AFTER his meeting with South Africa President Jacob Zuma in Pretoria in May Prime Minister Tom Thabane came back with good news. Thabane had managed to persuade the South African government to renegotiate the Phase II agreement of the Lesotho Highlands Water Project. Whatever Thabane said to Zuma in that meeting must have worked because South Africa agreed that the initial agreement signed in 2011 was flawed.
Having tested its first diplomatic victory against South Africa the coalition government crowed. “It did not even take five minutes,” Thabane said of his discussion with Zuma over Lesotho’s demand that the agreement be renegotiated. South Africa agreed that power generation was a key component of the project and that the governance of the project must reflect it is owned by Lesotho. There was also an agreement to discuss taxation and other issues related to the project.
What Thabane did not crow about was that the two countries had committed to have the renegotiated agreement signed by the end of June. It is that commitment that has now put Lesotho in a tight corner. Today is the ninth day of the month of June but negotiations have not started. That delay is precisely because the government is yet to form a technical team to represent Lesotho in the negotiations.
There is an agenda but there is no team to take it to the negotiation table. The second cause of the delay is that the coalition government is not speaking with one voice on the issue. There is no consensus on how the new agreement should look like. There are those who are looking for a total review of the 2011 agreement and others who want the current agreement to be signed with minor changes.
Others don’t even want the agreement to be tweaked in any way. The result of this confusion is that there is a near paralysis on the issue. The danger with this delay is that Lesotho is likely to be forced to hurry through the negotiations to meet the month-end deadline to which it has committed. Lesotho is therefore likely to go into a hurried negotiation with a team that was hurriedly assembled. We have genuine fears that should this happen, as is now most likely, Lesotho will sign yet another flawed agreement.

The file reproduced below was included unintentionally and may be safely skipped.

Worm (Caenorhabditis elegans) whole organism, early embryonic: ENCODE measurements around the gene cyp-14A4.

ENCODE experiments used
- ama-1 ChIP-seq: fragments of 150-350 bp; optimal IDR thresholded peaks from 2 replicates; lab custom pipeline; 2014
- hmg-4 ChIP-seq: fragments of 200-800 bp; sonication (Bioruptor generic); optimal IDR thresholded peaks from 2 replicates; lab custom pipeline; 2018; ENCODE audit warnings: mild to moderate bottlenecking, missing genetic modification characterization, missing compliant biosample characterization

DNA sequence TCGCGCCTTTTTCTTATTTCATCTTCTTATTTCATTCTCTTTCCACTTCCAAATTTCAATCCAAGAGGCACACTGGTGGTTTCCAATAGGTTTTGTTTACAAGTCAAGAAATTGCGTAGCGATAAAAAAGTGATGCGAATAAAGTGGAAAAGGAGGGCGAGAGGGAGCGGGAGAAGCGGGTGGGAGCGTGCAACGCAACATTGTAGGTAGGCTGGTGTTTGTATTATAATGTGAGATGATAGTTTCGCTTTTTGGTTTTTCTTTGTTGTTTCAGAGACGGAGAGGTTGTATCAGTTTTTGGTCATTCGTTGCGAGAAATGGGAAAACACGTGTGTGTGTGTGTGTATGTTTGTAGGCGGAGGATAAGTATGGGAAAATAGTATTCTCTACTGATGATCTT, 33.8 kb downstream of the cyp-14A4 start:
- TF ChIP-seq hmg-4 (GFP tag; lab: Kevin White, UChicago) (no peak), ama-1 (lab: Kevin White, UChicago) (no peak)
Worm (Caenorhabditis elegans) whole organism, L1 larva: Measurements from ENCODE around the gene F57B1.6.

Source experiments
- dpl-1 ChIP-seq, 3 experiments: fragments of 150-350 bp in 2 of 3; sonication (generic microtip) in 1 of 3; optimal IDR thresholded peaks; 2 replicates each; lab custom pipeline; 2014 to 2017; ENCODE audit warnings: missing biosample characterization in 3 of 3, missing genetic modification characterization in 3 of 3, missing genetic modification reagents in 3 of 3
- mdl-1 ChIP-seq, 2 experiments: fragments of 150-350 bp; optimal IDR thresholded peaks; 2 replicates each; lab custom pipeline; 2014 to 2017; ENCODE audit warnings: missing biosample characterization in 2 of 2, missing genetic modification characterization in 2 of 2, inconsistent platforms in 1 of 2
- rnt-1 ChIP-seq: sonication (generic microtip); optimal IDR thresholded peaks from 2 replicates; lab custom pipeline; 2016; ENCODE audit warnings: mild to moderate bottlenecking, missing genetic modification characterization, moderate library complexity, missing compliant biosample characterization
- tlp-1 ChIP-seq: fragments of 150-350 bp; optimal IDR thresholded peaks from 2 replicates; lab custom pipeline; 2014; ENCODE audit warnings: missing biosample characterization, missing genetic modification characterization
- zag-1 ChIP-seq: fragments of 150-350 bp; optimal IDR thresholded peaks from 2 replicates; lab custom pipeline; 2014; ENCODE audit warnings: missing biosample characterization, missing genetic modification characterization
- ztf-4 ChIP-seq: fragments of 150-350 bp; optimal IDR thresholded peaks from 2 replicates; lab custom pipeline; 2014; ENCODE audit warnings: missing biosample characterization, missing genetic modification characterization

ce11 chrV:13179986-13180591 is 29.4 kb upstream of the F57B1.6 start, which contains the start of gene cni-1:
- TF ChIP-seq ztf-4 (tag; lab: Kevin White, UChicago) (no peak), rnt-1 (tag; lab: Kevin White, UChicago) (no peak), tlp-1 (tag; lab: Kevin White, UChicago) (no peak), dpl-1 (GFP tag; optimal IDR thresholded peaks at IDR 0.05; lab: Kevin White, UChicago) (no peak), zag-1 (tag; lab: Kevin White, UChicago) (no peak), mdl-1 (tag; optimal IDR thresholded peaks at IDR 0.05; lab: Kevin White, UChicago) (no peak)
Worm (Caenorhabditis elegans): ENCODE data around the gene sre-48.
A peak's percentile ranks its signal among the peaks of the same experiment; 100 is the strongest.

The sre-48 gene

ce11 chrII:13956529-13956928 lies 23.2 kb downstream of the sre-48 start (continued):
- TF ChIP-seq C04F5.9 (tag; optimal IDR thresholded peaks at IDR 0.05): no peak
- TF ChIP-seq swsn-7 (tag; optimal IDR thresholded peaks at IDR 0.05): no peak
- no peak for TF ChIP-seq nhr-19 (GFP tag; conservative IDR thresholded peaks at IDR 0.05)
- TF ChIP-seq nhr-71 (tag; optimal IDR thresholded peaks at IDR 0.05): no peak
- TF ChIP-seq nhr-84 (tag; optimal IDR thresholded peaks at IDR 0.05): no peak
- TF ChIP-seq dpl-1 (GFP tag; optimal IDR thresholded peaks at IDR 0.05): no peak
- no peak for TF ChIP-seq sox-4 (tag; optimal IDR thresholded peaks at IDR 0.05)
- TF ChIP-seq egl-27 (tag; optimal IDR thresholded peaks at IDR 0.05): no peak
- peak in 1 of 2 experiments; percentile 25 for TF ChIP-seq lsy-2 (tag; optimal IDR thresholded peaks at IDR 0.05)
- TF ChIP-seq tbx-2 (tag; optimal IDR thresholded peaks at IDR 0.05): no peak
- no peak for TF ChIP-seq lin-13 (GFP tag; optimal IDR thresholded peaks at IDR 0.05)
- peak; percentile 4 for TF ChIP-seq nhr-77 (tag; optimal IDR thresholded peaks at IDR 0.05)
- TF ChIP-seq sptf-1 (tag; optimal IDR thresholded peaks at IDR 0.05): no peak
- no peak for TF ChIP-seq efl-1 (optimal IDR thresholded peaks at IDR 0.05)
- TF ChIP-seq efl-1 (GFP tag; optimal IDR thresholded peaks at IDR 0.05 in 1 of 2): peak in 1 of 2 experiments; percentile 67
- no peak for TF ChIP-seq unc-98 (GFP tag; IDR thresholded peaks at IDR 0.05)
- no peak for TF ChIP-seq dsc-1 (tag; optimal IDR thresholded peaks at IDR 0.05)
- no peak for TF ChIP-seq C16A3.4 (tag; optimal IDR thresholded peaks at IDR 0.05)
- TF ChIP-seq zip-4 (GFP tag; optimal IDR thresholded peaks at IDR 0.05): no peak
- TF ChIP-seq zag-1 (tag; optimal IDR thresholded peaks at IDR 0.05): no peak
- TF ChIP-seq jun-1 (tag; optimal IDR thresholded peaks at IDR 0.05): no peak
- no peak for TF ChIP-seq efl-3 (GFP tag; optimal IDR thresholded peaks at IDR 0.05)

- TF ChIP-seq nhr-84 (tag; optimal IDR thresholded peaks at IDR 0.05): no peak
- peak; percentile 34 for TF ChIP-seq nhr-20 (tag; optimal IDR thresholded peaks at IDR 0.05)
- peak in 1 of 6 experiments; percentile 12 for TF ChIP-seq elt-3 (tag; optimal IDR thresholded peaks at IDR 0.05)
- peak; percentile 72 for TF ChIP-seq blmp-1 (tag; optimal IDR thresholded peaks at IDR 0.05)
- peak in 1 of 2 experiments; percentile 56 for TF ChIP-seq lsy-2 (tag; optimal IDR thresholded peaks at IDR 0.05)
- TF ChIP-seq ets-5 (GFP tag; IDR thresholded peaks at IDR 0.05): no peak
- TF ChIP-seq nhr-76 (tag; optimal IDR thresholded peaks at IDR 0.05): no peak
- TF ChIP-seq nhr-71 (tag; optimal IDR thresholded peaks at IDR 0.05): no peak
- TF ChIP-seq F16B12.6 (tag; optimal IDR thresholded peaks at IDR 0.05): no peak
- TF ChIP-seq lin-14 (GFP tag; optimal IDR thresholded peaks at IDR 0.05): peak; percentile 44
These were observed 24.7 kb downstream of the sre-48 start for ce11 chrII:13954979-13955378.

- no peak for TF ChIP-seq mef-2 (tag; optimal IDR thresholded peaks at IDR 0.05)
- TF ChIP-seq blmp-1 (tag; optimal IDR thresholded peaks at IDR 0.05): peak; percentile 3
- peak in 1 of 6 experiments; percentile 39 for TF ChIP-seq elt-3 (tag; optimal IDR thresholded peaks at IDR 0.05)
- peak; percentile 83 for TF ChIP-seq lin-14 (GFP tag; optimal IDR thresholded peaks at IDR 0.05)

The South Africans will run rings around our negotiating team and get away with it as they did in the initial agreement. Lesotho’s situation is made more precarious by the fact that the coalition partners are divided on the issue.
So we are likely to have a hurriedly established team rushing through negotiations without a clear set of goals from the government because its partners are divided. Should the new agreement fail to address Lesotho’s concerns then all of Thabane’s efforts to get Zuma’s government to renegotiate would have gone to waste.
With each day that passes without a negotiating team and consensus in government it is becoming highly likely that Lesotho will sign yet another bad deal. Lesotho would have pushed for a review of an agreement and gotten the same agreement it had rejected in the first place.
The only difference then will be that the new agreement was negotiated by the coalition government. The flaws that Lesotho sought to correct will still be there. We are worried that this government seems to have failed to learn from the mistakes of its predecessor. It is has always been clear that the previous government did not apply its mind fully when it signed the 2011 agreement. It did not have a strong team and seems to have hurried to sign the agreement for political expedience.
Lesotho wouldn’t be seeking to renegotiate the agreement if it was fair. This government is about to make the same mistake that got Lesotho to where it is now. There is no sign that it has been preparing for the negotiations. They say if you don’t plan well you are planning to fail. Failure is what this government faces if it does not start establishing a team with the right people and speak with one voice, now. Thabane’s government will not be judged on how it pushed South Africa to renegotiate but on what Lesotho got from that renegotiation agreement.